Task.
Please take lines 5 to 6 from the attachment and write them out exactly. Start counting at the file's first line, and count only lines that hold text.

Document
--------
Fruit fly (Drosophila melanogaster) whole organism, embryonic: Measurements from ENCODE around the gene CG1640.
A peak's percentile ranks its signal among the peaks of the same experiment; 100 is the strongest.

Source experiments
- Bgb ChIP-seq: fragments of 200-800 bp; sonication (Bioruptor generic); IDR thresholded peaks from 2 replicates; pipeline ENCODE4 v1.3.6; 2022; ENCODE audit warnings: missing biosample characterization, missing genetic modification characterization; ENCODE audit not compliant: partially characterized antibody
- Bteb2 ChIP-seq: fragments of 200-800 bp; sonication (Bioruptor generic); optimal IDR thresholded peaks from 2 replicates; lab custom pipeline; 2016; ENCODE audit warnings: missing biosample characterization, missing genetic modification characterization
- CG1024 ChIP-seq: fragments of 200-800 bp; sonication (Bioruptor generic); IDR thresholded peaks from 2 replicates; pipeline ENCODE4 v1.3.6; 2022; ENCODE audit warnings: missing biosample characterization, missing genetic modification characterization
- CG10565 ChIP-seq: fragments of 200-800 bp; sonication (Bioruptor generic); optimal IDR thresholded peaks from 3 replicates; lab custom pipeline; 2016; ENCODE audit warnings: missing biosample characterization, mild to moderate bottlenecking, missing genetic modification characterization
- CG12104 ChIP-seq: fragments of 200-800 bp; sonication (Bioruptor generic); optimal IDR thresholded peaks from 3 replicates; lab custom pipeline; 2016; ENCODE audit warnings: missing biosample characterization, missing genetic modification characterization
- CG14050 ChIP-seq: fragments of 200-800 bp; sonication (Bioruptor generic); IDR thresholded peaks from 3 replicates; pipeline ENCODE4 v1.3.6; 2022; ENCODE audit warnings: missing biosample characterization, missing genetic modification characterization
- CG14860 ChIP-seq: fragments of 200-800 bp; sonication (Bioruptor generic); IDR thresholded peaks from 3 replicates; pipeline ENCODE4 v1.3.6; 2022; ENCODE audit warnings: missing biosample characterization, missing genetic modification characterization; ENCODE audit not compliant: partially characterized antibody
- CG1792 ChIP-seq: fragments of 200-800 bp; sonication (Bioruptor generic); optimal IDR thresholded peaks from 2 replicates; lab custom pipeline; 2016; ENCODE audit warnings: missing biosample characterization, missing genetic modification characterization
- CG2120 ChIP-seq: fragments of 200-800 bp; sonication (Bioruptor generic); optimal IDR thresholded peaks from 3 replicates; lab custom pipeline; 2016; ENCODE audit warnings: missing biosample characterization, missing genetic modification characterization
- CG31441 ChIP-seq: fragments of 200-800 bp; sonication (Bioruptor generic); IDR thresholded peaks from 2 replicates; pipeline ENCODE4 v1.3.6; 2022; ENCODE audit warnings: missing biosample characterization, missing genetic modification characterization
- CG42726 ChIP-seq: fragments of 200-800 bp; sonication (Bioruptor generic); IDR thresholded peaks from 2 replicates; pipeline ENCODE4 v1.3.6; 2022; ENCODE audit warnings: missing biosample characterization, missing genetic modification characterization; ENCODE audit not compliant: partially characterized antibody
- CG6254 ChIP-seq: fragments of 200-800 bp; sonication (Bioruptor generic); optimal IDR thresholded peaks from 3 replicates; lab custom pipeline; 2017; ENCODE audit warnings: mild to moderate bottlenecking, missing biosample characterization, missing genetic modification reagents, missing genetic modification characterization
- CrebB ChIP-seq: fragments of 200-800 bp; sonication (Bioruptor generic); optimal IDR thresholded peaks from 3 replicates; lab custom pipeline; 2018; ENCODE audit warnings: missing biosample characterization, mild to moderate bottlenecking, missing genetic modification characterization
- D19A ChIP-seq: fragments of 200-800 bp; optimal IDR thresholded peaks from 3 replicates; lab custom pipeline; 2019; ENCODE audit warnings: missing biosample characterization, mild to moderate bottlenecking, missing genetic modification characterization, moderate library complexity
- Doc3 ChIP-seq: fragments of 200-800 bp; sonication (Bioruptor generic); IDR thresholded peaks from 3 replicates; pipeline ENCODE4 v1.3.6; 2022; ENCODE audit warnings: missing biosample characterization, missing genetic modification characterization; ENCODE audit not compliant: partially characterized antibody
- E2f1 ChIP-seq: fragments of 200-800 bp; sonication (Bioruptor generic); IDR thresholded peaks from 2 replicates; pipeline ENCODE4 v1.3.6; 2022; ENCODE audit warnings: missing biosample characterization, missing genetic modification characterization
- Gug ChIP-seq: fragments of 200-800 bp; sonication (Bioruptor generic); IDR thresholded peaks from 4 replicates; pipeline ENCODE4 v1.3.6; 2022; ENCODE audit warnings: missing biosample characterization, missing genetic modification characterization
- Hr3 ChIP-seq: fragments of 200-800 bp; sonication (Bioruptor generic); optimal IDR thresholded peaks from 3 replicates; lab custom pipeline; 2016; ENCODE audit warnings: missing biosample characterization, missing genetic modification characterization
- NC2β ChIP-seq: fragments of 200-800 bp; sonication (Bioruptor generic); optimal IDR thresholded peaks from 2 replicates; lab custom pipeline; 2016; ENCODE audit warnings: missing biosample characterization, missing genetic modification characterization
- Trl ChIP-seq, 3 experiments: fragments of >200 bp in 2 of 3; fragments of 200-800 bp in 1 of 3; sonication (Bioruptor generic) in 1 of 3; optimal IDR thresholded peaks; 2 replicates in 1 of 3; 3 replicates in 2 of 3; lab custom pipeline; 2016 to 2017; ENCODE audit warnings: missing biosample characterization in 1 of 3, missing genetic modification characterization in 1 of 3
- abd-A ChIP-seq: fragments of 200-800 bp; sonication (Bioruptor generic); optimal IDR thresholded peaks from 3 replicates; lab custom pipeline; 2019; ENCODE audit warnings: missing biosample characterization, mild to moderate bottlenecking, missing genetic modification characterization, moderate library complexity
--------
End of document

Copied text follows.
- Bteb2 ChIP-seq: fragments of 200-800 bp; sonication (Bioruptor generic); optimal IDR thresholded peaks from 2 replicates; lab custom pipeline; 2016; ENCODE audit warnings: missing biosample characterization, missing genetic modification characterization
- CG1024 ChIP-seq: fragments of 200-800 bp; sonication (Bioruptor generic); IDR thresholded peaks from 2 replicates; pipeline ENCODE4 v1.3.6; 2022; ENCODE audit warnings: missing biosample characterization, missing genetic modification characterization